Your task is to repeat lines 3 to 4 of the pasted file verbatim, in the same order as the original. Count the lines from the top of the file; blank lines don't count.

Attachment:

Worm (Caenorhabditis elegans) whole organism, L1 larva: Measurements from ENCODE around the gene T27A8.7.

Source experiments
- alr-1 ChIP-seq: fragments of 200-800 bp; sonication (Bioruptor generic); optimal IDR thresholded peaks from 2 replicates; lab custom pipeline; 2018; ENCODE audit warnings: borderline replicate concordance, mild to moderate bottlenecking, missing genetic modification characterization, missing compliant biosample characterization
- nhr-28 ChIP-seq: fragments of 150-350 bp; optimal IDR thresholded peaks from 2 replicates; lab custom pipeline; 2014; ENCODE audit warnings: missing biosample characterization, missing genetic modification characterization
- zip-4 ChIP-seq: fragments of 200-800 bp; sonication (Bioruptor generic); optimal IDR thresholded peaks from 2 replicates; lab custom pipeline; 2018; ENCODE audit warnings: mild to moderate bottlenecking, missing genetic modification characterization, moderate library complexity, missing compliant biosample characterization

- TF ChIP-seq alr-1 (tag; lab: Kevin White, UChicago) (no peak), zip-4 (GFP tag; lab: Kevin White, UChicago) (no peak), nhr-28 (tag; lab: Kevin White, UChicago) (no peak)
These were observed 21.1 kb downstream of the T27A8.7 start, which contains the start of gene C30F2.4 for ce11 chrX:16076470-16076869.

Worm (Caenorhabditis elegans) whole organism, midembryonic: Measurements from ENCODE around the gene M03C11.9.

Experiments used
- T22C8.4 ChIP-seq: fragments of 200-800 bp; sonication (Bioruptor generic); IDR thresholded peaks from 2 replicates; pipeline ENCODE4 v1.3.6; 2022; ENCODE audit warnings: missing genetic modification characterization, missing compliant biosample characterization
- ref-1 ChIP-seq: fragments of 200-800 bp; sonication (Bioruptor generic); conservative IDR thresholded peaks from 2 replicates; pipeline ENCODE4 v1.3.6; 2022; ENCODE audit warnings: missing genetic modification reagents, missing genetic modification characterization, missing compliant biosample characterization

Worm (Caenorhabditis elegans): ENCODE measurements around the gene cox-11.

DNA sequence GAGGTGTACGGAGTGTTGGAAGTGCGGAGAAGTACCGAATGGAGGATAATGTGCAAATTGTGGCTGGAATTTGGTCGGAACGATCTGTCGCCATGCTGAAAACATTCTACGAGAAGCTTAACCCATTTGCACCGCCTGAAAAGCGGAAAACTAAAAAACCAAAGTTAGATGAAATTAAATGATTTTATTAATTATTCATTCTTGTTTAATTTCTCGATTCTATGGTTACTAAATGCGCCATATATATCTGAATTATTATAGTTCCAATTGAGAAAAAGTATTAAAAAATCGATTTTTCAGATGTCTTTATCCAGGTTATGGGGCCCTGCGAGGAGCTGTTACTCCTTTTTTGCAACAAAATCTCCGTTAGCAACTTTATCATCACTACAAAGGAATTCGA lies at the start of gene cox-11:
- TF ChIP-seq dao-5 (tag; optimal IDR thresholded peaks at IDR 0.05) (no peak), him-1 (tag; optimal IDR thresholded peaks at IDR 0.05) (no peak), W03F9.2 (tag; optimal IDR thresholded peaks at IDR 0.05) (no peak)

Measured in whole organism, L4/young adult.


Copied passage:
- alr-1 ChIP-seq: fragments of 200-800 bp; sonication (Bioruptor generic); optimal IDR thresholded peaks from 2 replicates; lab custom pipeline; 2018; ENCODE audit warnings: borderline replicate concordance, mild to moderate bottlenecking, missing genetic modification characterization, missing compliant biosample characterization
- nhr-28 ChIP-seq: fragments of 150-350 bp; optimal IDR thresholded peaks from 2 replicates; lab custom pipeline; 2014; ENCODE audit warnings: missing biosample characterization, missing genetic modification characterization